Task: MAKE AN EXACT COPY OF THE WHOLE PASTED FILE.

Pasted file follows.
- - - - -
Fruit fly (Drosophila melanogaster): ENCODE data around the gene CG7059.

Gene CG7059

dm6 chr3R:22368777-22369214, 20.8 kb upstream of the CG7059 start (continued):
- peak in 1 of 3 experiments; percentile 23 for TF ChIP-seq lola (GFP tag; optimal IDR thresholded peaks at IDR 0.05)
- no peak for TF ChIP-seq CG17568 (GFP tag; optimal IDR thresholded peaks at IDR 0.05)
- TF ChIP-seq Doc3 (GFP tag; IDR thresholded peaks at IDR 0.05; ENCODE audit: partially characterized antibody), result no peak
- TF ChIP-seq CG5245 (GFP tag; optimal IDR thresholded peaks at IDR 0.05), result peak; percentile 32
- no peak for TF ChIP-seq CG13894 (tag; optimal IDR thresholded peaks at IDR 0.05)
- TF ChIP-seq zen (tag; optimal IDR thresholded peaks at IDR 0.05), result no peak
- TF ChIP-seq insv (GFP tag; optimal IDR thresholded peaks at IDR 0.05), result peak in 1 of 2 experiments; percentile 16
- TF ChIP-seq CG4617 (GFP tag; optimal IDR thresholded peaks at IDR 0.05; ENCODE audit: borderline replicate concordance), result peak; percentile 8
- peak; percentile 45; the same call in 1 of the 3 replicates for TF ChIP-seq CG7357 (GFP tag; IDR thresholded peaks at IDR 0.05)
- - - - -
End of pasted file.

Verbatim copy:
Fruit fly (Drosophila melanogaster): ENCODE data around the gene CG7059.

Gene CG7059

dm6 chr3R:22368777-22369214, 20.8 kb upstream of the CG7059 start (continued):
- peak in 1 of 3 experiments; percentile 23 for TF ChIP-seq lola (GFP tag; optimal IDR thresholded peaks at IDR 0.05)
- no peak for TF ChIP-seq CG17568 (GFP tag; optimal IDR thresholded peaks at IDR 0.05)
- TF ChIP-seq Doc3 (GFP tag; IDR thresholded peaks at IDR 0.05; ENCODE audit: partially characterized antibody), result no peak
- TF ChIP-seq CG5245 (GFP tag; optimal IDR thresholded peaks at IDR 0.05), result peak; percentile 32
- no peak for TF ChIP-seq CG13894 (tag; optimal IDR thresholded peaks at IDR 0.05)
- TF ChIP-seq zen (tag; optimal IDR thresholded peaks at IDR 0.05), result no peak
- TF ChIP-seq insv (GFP tag; optimal IDR thresholded peaks at IDR 0.05), result peak in 1 of 2 experiments; percentile 16
- TF ChIP-seq CG4617 (GFP tag; optimal IDR thresholded peaks at IDR 0.05; ENCODE audit: borderline replicate concordance), result peak; percentile 8
- peak; percentile 45; the same call in 1 of the 3 replicates for TF ChIP-seq CG7357 (GFP tag; IDR thresholded peaks at IDR 0.05)